On this Thanksgiving weekend (in Canada), I’m thankful I’m not a male honey bee.
Canadian Thanksgiving Day is the traditional time of year when drones are expelled from honey bee hives, pestered to leave until they die, though I’ve seen drones kicked out of the hive as early as August.
Honey bees poop on cars and nobody ever talks about it. We’re all too busy idealising beekeepers to notice it. But they do. My bees poop all over my neighbours’ cars in the spring after holding it in all winter. Cars, clothes hanging on the line, living room windows — they all take a hit, and it’s not always easy to clean off. Furthermore, not everybody likes it, especially in suburban areas where people often demand that their tax dollars protect them from having to deal with things like bee poop. So look out.
Here’s a video that shows how I clean bee poop off my car. (If this video doesn’t change the course of Western Civilisation, I don’t know what will.) I get up to go to work and the cold dew on the car somehow seems to lift the poop right off the car, poop that is normally super-glued to anything it touches. I simply wipe it off. If I have to get up early from time to time to wipe the bee poop off my neighbours’ cars, well, that’s what good neighbours do.
Winter is a good time to learn about beekeeping before taking the plunge. The Beekeeper’s Handbook might be the best guide to beekeeping I’ve come across. I only recently picked it up because I kept hearing how if there’s one book new beekeepers should have, this is the one. I’m not getting paid to say this, but I second that recommendation.
Here’s a less-than-5-minute video of me extracting some honey outdoors, something I wouldn’t recommend to anyone new at this beekeeping foolishness. (Cut down from a 15-minute video.) The video works as a review of the Maxant 3100p extractor which cost me $1400 (Canadian) after taxes and shipping a few years ago. Spoiler alert: The 9-frame extractor does the job, but the legs that come with it are useless. Don’t even bother with them. The base of the extractor needs to be bolted down to something unmovable and secure to operate properly and safely.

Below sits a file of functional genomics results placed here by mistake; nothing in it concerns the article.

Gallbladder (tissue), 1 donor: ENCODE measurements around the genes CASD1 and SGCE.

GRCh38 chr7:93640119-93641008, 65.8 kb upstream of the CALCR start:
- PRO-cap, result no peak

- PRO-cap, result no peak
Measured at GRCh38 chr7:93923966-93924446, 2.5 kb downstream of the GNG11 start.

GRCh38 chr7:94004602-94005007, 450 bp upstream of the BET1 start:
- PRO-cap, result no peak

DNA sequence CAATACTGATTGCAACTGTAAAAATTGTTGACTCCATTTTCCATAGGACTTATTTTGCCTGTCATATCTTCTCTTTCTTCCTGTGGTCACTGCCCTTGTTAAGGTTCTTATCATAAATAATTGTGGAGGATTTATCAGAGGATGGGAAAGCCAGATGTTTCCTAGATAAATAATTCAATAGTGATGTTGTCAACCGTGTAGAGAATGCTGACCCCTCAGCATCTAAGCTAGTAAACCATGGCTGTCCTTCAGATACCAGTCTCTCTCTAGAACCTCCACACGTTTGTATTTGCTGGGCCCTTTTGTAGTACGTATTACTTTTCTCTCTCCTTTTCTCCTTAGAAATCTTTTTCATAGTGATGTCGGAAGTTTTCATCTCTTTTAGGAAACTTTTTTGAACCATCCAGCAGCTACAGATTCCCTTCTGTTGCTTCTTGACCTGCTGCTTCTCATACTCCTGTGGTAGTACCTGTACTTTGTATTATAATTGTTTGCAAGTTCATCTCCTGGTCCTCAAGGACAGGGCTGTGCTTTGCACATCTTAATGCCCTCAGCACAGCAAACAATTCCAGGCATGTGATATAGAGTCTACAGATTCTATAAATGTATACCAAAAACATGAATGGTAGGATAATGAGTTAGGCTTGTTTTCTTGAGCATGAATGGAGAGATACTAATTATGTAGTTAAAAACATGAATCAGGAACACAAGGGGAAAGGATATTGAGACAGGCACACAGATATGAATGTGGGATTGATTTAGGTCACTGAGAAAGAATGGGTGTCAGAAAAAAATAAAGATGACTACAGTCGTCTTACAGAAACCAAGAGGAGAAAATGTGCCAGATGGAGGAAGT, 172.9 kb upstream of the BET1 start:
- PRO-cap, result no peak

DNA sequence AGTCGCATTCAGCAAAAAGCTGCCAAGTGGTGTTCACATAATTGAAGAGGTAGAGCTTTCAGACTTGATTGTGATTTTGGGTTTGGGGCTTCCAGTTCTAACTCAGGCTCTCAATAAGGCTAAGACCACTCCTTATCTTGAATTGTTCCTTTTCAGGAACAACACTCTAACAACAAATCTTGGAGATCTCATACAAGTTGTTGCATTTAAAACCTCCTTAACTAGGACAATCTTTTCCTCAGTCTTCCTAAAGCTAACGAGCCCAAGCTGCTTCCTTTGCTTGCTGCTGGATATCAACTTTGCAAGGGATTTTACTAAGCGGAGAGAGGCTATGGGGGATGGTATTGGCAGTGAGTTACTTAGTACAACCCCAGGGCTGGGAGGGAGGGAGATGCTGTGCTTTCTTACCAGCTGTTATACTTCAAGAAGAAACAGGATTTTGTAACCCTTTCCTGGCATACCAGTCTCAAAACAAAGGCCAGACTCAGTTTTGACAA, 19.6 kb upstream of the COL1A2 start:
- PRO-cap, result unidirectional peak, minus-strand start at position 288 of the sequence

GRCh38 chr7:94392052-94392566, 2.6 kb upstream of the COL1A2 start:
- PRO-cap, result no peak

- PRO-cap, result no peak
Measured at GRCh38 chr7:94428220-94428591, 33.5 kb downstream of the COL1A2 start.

So I pulled out my honey extractor and used it to whip some honey out of about six or seven medium frames. The honey wasn’t completely cured. That is, it wasn’t completely capped and some of the nectar was still floating around fancy and loose and therefore, technically, it wasn’t honey. But it was (and is) technically delicious, so who cares? Not me. I don’t sell it for public consumption, but I eat it all the time and so do my friends. It’s probably not a bad honey for making mead.
I’ve always heard about how honey bees won’t draw comb on plastic foundation, but I didn’t experience it in a big way until this summer. I had three nucs set up in deeps that I wanted to expand into medium supers because I want to try on the all-medium-super beekeeping game and see if I like it because I know I don’t like lifting 40kg deeps full of honey (about 100 pounds). If I was a seniorish citizen with back, hip or leg problems, or just a regular human being who wasn’t in the mood for any heavy lifting in their beekeeping, I’d consider switching to all shallow supers. For now, though, I’ll see how it goes with mediums.
Waxless plastic foundation and a foundationless section the bees had no problem building on.